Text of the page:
I’m not a pacifist. I think that sometimes military violence is a necessary evil. But it’s always an evil. The only relevant question is whether military intervention is, in this case, the lesser of two evils. This is not a question that is being explored by reminding us about how horrific the situation is. Yes, it’s awful. But what could we do about it? What would help? What would the consequences be?
Every military action has negative consequences – death, destruction, seeding hatred, reinforcing the military-industrial complex, bolstering jingoism and xenophobia. Sometimes – and only sometimes – military actions can have positive consequences in terms of saving lives, overturning repressive regimes and so on.
All military actions, of whatever sort, have negative consequences; only occasionally do they have positive ones too. The fact that the civil war in Syria is horrifically bloody is not a sufficient argument for intervention there.
The existence of such horror does mean that we should urgently investigate what can be done, sure. But whether or not there’s anything we can do to make the situation better in the short, medium and long term is another question. Is there? *Make that argument please*! Don’t just endlessly tell us how terrible it is – we know! Don’t just endlessly backbite leftist critics (I know this is most leftists’ favourite pasttime but please) – this misses the point.
Those who are fundamentally against any kind of military action in any circumstances are wrong. But so are those who think that you can just throw guns, soldiers or no-fly-zones at a problem and make it go away. Often these things just make matters worse.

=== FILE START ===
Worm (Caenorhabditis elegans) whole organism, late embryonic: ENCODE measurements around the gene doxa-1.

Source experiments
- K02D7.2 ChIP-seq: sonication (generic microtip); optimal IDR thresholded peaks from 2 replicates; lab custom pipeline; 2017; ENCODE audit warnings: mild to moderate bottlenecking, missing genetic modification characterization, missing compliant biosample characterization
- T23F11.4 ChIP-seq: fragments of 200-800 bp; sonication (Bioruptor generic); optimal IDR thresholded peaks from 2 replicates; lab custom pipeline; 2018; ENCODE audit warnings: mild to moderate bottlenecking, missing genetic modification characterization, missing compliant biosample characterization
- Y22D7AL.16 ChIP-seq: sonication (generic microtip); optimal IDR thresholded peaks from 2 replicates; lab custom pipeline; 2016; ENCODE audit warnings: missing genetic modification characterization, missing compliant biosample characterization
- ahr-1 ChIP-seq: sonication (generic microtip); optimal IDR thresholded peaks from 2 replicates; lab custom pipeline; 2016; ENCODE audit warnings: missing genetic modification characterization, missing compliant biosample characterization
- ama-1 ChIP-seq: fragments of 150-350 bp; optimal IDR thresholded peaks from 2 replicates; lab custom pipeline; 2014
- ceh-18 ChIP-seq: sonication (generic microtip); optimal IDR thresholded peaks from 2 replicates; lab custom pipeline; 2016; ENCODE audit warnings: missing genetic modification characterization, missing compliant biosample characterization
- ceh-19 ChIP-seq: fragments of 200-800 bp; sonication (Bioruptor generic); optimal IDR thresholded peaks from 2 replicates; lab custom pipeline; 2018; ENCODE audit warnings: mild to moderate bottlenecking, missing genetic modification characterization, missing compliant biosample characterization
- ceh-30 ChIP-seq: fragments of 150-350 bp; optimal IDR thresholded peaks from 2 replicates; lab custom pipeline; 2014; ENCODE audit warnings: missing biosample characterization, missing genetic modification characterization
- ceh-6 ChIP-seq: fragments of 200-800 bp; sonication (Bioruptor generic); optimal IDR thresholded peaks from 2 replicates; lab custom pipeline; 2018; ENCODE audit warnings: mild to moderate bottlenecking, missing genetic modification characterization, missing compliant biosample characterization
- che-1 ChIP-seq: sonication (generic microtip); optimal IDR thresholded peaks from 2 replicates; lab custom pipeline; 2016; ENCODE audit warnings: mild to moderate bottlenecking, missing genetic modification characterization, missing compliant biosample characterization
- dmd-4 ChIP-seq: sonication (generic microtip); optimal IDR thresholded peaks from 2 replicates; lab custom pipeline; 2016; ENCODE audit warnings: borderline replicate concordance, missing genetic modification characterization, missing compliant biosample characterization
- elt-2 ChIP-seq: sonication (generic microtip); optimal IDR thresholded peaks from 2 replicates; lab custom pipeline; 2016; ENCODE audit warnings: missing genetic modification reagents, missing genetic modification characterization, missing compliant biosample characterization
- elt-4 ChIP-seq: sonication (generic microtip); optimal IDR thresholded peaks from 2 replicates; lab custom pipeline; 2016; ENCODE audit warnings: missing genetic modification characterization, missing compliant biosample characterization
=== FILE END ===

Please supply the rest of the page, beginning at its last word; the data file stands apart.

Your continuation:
It’s up to those who think the pros outweight the cons to convince the rest of us, not the other way around.
“The strangest thing about this argument, however, is that many of those on the left espousing it appeared relatively relaxed about the threat from Al Qaeda prior to the conflict in Syria.” — You do realise that this isn’t actually a counterargument, don’t you?
Excellent take on this. Although personally I find their excuses flimsy; left-leaning politicians claim the above rhetoric to appease an increasingly xenophobic / isolationist / Christian-focused **and unaware** constituency. Official rhetoric merely is a more eloquent restatement of popular ideologies mired, in part, in American ignorance of international affairs. Sadly, many Americans cannot identify Syria on the globe; much less be able to discuss its current affairs or understand why intervention could be necessary. There is an ever-widening chasm between Americans aware of and debating Syrian policy and those who truly have no knowledge. Outside of major media markets, the sad truth is that the majority of Americans are not even exposed to international news – either on local television programming or in printed medium. This is not meant to denigrate these Americans – be they left- or right- leaning. It simply is the sad state of American public education and investment in journalism today. Without basic understanding of the Syrian situation, nuanced policy and intervention positions make no sense. Furthermore, politicians have no reason to lead by example when it costs them reelection. With something as serious as another military intervention, it is not difficult to see why many hide behind straw arguments.
It could be easy for those who have never seen a mass grave to render death tolls in the abstract and not confront the stark, sad reality. Outside of September 11, 2001 and December 7, 1941, Americans have not experienced acts of warfare. It is a foreign concept.
I wouldn’t advance any of these arguments. I would suggest that flooding a war zone with more weapons is extremely unlikely to have any kind of beneficial effect.